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Library Research Guides

Graduate Student's Guide to Publishing

Tips on how to get your work published in a variety of formats.

Peer Review Process for Scholarly Articles

Diagram of the Peer Review Workflow

While the peer review process for journals can vary, it typically follows the pattern described below.

  1. Author submits article to a journal.
  2. Managing editor determines if it is suitable for review. If not, the submission is immediately rejected without being sent out to peer reviewers. If it is suitable for review, managing editor sends the submission to reviewers.
  3. Peer reviewers recommend one of the following:
    1. Accept without revisions
    2. Accept pending revisions
    3. Reject
  4. If revisions are required, the author submits the revised article to the managing editor.
  5. Managing editor and/or peer reviewers determine if revisions are sufficient.

Very few articles are accepted without revisions. Being asked to revise your work is a foundational practice in scholarly publishing, and often results in the work being stronger after it has undergone review.

Finding Journals in Your Field

You’ve written an article, and now you need to find a home for it. Understanding the publishing landscape of an academic field can be challenging for scholars who do not have established professional networks, for those who are seeking to publish in different venues than their mentors and advisors have used in the past, and for those whose work crosses disciplinary boundaries. The following questions can help you to identify appropriate journals in your field:

  • What is the audience for my article? Where does that audience go when they want to read something new in their field?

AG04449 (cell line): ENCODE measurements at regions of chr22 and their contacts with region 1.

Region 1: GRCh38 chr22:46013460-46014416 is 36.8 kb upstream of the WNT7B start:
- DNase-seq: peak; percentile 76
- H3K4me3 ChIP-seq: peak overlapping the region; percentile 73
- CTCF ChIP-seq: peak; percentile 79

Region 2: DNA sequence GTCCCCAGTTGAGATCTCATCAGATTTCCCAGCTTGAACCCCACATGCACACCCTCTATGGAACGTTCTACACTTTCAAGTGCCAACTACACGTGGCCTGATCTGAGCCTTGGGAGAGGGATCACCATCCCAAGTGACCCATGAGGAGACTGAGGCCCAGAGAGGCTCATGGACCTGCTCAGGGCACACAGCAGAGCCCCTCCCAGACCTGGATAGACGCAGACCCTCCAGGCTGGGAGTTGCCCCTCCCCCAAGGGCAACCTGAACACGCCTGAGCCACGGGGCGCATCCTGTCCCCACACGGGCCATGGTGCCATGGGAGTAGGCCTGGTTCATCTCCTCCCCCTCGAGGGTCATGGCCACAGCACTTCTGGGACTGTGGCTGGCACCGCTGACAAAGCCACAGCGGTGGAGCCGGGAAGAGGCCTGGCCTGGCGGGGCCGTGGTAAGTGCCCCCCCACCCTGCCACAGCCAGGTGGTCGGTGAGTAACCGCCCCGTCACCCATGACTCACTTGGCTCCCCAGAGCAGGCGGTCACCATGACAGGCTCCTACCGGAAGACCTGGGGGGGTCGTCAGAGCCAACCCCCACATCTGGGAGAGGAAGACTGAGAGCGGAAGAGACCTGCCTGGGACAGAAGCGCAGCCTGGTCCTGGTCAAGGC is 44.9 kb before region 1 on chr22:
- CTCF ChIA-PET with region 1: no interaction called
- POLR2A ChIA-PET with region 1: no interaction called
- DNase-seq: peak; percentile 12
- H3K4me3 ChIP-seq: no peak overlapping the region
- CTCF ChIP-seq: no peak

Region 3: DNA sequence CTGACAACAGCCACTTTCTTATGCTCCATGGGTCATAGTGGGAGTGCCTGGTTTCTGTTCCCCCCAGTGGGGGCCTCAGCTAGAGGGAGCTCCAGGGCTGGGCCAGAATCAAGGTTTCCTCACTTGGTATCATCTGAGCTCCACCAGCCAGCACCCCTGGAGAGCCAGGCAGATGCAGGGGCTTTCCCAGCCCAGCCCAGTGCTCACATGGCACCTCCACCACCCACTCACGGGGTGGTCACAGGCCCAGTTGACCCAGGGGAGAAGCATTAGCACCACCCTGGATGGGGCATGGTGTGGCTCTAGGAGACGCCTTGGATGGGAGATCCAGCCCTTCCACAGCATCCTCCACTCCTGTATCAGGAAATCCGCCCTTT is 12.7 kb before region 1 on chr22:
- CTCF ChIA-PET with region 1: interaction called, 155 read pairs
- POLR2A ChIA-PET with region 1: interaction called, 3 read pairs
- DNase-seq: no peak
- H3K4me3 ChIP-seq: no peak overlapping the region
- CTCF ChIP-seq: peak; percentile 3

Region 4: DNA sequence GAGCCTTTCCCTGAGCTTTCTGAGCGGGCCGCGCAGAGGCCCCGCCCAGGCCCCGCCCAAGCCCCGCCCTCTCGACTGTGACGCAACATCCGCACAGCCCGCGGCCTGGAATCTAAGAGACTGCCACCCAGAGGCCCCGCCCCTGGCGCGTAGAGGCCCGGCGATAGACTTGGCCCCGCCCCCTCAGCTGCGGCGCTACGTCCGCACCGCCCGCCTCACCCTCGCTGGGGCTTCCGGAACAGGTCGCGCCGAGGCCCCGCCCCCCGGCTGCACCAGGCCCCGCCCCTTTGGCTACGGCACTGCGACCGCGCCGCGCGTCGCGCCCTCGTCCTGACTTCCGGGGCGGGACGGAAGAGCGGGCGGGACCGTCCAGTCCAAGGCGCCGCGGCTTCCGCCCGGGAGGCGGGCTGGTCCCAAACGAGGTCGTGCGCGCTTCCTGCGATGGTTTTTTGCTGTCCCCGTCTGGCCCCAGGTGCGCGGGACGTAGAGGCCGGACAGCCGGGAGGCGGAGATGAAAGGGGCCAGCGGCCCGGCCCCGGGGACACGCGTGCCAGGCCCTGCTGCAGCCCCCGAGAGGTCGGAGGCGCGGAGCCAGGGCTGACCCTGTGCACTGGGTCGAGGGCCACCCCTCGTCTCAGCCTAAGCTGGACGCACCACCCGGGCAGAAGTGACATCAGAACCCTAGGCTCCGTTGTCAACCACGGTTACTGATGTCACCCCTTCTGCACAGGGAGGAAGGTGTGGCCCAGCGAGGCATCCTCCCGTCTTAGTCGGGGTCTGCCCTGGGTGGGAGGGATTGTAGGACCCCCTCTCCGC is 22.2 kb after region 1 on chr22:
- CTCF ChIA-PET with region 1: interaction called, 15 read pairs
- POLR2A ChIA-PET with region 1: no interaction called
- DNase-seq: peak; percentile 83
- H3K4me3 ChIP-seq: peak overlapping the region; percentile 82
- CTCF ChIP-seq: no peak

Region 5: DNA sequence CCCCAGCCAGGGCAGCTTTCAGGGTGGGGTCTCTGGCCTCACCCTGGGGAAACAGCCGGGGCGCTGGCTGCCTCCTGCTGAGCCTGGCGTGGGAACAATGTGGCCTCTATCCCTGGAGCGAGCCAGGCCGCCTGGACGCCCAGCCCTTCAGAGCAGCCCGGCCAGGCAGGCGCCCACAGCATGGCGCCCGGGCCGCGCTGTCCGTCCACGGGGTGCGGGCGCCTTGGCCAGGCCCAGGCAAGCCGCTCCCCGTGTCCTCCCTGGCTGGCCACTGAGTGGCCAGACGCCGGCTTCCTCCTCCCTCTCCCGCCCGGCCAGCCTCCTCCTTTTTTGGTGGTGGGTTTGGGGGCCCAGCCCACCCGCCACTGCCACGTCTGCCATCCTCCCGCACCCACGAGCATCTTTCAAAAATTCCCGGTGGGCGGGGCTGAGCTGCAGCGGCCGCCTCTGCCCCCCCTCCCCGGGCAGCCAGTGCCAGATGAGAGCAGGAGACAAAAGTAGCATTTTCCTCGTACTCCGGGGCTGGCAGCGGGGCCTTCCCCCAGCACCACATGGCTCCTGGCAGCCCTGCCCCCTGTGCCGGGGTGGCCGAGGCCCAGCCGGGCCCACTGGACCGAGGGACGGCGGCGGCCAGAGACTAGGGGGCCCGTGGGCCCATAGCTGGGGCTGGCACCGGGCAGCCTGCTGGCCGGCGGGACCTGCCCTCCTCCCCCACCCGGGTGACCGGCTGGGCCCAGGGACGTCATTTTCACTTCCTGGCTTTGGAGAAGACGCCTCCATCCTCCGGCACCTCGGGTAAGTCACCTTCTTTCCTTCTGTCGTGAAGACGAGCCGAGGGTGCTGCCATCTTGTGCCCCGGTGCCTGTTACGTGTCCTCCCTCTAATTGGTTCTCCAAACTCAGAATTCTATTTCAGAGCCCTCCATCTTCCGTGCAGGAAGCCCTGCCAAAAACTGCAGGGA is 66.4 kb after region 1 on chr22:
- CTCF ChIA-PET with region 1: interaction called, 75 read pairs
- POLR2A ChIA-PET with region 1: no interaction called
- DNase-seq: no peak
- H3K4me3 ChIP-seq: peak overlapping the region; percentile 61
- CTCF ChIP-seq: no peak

• Are there professional societies or organizations for my field? Or perhaps conferences, annual meetings, or other events?
  • Where was the material I cited in my article published?
  • If I wanted to read articles on a similar topic, where would I find them?

Choosing a Journal for Your Work

After you have identified some appropriate journals in your field, you'll want to narrow down your options to select the best place to submit your article. For each possible journal, consider the following:

  • Look at the journal's editorial board. Are any of its members in your sub-field?
  • Look at a few issues of the journal and the information provided on the journal’s webpage. Does your article fit within the journal’s typical subject areas and scope? 
  • Does the methodology of your work fit what this journal typically publishes? (e.g. quantitative, qualitative, case study, survey, meta-analysis, etc.) 
  • Be realistic about your journal selection (don’t aim too high or too low), and don't let fear of rejection guide your choice. 
  • Ask colleagues in your research area where they have submitted work. 
  • Are bibliometrics like impact factors or Eigenfactors important in your discipline? If so, find out the relevant metrics for journals you are considering. If your field doesn't use formal bibliometrics, consider these other possible measures of "impact":
    • Who is on the journal's editorial board? Are they recognized scholars in your field?
    • Who is publishing in that journal? Are they also recognized scholars in your field?
    • Examine Google Scholar Metrics or Google Scholar Citations, if available.
    • Is the journal indexed in databases relevant to your field? (e.g. JSTOR, Web of Science, MLA, etc.)
    • Is the journal affiliated with a professional organization, scholarly society, or conference relevant to your subject area?
    • If you are unsure of how to do this, contact a librarian for your subject area.

Once you have decided to submit your work to a particular journal, make sure your submission meets its basic requirements. Nearly all journals include instructions for authors. Read them carefully and follow specific instructions such as word limits, preferred citation styles, document formatting, file types, etc. If you're not certain where you'd like to submit but you have a target publication in mind, start working from their requirements in order to prevent headaches later on.

In addition, have friends and colleagues read your work and provide feedback before you submit. A fresh pair of eyes can be incredibly helpful for spotting mistakes and areas in need of improvement.

Responding to Reviewers' Feedback

Below are resources that provide suggestions and guidelines for responding to reviewer feedback: